PAC highlights Whitehall’s ‘shaky grasp’ of council finances

4 Jul 18

The Ministry of Housing, Communities and Local Government has only a “shaky grasp” of the issues facing local authority finances, the Public Accounts Committee has claimed.

A report published by the committee today noted a significant reduction in councils’ spending power had been imposed at the same time as increases in demand pressure.

Local authority spending power, comprising government funding and council tax, has fallen by 28.6% since 2010-11, while key services have come under increased pressure, the PAC said.

In the same timeframe there has been a 14.3% growth in the estimated population aged 65 and over in need of social care, while authorities have endured a 10.9% increase in the number of children being looked after.

PAC chair Meg Hillier said: “It is no secret that councils are under the cosh.

“The mystery is how central government expects their finances to improve when it has such an apparently shaky grasp of the issues.”

The committee criticised MHCLG’s lack of an agreed measure of sustainability for local government finance or a clear definition of ‘unsustainable’.

The PAC suggested that MHCLG is holding out for a favourable spending review, but noted that the review is now under greater pressure given the announcement of long-term NHS funding.

The committee report also pointed to the first year of the 2015 spending review (2016-17) in which councils with social care responsibilities overspent their service budget by over £1bn and used £858m in reserves.

Hillier said: “Central government’s view is, in effect, that it expects everything to work out in the end. We beg to differ.”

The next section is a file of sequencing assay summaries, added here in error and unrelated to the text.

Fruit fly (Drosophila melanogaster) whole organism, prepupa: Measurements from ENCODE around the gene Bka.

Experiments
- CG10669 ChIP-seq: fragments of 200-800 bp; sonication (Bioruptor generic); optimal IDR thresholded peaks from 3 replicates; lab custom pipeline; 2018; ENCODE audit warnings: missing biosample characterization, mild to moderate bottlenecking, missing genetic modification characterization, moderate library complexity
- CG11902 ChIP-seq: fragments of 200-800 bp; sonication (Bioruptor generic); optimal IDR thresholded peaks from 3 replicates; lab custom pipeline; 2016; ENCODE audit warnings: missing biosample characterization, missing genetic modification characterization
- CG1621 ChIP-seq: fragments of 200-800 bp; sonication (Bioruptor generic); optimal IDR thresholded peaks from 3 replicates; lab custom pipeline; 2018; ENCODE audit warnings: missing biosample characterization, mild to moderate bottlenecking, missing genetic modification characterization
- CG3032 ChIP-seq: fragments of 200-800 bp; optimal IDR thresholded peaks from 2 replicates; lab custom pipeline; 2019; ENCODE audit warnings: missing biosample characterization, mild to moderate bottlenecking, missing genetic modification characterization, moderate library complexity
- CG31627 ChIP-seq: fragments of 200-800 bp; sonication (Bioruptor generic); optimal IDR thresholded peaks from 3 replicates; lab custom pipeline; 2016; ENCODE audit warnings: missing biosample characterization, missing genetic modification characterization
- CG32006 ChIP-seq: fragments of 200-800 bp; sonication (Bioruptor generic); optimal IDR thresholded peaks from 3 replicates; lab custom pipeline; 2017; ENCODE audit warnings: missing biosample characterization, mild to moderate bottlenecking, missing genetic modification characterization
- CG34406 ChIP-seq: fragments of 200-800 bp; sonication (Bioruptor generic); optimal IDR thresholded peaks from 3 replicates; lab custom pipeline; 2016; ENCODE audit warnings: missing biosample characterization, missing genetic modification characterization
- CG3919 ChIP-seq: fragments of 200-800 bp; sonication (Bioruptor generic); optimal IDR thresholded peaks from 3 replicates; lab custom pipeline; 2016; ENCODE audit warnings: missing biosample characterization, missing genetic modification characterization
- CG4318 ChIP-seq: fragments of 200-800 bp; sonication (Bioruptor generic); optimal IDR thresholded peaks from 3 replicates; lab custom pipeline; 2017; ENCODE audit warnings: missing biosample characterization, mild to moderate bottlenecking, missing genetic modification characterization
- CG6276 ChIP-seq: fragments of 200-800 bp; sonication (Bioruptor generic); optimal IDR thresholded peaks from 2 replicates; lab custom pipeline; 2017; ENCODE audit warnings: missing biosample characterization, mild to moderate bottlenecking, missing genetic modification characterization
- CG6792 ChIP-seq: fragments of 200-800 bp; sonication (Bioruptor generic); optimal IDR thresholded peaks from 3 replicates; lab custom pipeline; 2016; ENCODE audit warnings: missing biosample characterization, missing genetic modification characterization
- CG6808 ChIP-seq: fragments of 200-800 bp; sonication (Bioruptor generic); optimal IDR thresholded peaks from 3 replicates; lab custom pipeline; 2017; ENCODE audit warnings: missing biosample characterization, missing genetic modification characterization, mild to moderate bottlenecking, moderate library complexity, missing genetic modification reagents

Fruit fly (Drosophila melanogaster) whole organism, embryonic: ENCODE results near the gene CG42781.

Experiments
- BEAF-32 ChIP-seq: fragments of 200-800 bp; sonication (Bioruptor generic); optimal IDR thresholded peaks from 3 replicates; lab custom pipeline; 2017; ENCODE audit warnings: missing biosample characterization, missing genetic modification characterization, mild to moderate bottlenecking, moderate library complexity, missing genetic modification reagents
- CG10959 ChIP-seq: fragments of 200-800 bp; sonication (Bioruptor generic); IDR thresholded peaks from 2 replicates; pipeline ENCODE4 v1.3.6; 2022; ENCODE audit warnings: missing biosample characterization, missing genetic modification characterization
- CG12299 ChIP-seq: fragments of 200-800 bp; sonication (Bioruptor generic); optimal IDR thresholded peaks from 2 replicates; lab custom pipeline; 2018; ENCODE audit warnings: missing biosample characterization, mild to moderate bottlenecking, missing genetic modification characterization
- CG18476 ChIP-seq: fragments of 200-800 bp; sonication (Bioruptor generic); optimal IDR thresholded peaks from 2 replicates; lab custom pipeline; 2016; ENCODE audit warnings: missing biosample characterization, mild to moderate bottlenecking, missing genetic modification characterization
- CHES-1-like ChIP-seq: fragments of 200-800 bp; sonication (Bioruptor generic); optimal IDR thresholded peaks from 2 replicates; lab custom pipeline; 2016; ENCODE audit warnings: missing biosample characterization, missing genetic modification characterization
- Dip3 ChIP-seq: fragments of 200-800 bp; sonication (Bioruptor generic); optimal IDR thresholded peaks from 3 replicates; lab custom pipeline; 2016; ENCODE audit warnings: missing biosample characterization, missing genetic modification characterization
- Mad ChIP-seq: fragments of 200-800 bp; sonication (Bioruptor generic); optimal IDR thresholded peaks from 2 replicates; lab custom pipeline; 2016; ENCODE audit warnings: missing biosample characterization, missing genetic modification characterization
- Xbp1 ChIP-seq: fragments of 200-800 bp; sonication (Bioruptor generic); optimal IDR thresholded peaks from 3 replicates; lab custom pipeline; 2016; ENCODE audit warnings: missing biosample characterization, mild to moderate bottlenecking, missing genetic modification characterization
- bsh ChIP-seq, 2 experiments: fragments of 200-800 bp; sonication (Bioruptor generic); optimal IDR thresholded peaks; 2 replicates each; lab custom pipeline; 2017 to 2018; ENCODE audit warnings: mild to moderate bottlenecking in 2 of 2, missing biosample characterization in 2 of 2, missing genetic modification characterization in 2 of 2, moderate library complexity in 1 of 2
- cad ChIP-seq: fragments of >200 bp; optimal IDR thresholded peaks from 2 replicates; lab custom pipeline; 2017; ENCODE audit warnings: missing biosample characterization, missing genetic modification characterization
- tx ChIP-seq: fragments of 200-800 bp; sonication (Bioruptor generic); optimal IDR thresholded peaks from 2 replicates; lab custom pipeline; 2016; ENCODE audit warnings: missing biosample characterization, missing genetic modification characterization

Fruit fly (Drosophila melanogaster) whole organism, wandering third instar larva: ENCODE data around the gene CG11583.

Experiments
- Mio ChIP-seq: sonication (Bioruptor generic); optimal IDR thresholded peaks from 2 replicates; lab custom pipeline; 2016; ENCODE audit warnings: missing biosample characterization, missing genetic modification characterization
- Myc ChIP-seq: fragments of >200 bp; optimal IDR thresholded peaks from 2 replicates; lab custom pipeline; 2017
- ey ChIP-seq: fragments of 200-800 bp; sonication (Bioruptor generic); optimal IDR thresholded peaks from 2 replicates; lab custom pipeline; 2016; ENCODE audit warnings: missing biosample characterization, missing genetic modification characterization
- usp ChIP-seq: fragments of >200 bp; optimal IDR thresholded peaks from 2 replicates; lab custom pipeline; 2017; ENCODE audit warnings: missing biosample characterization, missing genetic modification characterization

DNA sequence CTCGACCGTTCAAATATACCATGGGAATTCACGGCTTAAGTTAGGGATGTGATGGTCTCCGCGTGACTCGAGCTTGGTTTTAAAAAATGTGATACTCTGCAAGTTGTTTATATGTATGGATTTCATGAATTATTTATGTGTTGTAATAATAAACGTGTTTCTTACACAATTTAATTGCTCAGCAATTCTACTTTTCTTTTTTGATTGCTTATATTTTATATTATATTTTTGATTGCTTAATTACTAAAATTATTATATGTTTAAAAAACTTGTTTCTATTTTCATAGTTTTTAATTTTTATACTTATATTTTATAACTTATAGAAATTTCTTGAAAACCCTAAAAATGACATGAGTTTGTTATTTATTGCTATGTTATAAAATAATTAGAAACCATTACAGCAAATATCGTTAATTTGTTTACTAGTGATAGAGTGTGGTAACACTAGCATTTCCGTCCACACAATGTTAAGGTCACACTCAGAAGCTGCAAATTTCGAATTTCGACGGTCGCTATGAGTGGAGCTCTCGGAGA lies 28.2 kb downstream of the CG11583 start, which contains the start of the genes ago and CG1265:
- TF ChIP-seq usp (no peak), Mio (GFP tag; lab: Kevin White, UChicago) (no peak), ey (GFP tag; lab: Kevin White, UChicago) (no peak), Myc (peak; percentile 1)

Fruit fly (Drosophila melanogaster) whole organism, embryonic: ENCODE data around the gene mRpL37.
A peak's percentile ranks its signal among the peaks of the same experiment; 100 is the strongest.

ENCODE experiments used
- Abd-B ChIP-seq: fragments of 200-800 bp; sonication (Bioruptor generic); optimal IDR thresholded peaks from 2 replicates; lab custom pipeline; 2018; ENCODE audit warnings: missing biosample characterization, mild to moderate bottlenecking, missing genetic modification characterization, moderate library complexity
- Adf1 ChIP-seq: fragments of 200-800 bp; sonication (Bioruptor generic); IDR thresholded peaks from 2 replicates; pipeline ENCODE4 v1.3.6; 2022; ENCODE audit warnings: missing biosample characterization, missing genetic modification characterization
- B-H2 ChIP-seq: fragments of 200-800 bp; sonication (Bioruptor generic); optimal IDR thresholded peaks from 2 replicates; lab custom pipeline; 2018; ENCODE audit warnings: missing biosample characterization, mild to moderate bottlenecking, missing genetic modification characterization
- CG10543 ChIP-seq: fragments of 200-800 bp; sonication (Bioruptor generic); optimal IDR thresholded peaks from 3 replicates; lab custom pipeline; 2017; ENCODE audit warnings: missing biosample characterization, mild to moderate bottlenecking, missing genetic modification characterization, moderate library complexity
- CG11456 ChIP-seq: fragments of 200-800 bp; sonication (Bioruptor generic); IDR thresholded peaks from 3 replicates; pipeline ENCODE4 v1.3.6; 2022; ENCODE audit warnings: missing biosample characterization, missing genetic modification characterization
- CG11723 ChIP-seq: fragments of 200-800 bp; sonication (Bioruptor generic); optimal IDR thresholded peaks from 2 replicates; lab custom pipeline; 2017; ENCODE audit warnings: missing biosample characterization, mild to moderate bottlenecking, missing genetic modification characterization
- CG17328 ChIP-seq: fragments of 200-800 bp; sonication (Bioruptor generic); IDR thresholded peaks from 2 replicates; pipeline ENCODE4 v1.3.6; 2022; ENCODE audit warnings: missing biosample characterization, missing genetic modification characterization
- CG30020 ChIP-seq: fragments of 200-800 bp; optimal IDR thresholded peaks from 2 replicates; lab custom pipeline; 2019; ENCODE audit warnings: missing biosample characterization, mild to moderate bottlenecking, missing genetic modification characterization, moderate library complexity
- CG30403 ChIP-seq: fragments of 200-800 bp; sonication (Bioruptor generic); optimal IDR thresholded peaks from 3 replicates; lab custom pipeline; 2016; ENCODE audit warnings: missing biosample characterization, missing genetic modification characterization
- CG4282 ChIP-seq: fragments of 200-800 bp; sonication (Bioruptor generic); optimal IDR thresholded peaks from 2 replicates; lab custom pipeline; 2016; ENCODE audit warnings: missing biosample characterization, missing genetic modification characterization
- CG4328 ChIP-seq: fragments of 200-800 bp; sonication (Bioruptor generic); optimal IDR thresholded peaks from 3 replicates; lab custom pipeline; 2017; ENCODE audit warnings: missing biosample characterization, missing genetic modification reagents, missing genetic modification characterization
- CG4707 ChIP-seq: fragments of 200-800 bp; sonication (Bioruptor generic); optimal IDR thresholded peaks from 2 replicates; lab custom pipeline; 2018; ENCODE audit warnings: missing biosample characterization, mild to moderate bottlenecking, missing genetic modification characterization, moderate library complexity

CIPFA has announced that it will begin consulting on a new financial resilience index for local authorities.

The MPs also said impending changes to the way local government will be funded as of 2021 (the Fair Funding Review and the introduction of 75% local retention of business rates) poses a risk to authorities long-term financial planning due to a lack of clarity.

The committee recommended that MHCLG publish a timetable regarding proposed changes to funding so that councils can plan effectively.

Richard Watts, chair of the Local Government Association’s resources board, said: “The next spending review will be make or break for local services and we agree that plugging the funding gap and placing local government on a long-term sustainable footing must be an urgent priority for the government.”

CIPFA chief executive Rob Whiteman said it was “positive” that the PAC had recognised the finance strain on local authorities and called for action to help councils balance their books.

“Otherwise, the cash crisis experienced by Northamptonshire County Council could just be the tip of the iceberg, and it will be communities who suffer the consequences,” he said.

“To empower local authorities to recognise and deal with the pressures, CIPFA is developing a financial resilience index, which will give councils a clearer understanding of their financial strengths and weaknesses.

“With this insight, CIPFA believes local authorities will be able to take appropriate action, at a local level, to prevent financial failure. The index will sit next to a new financial management code of practice that the institute is currently developing in consultation with the sector.”

MHCLG has been contacted for comment.

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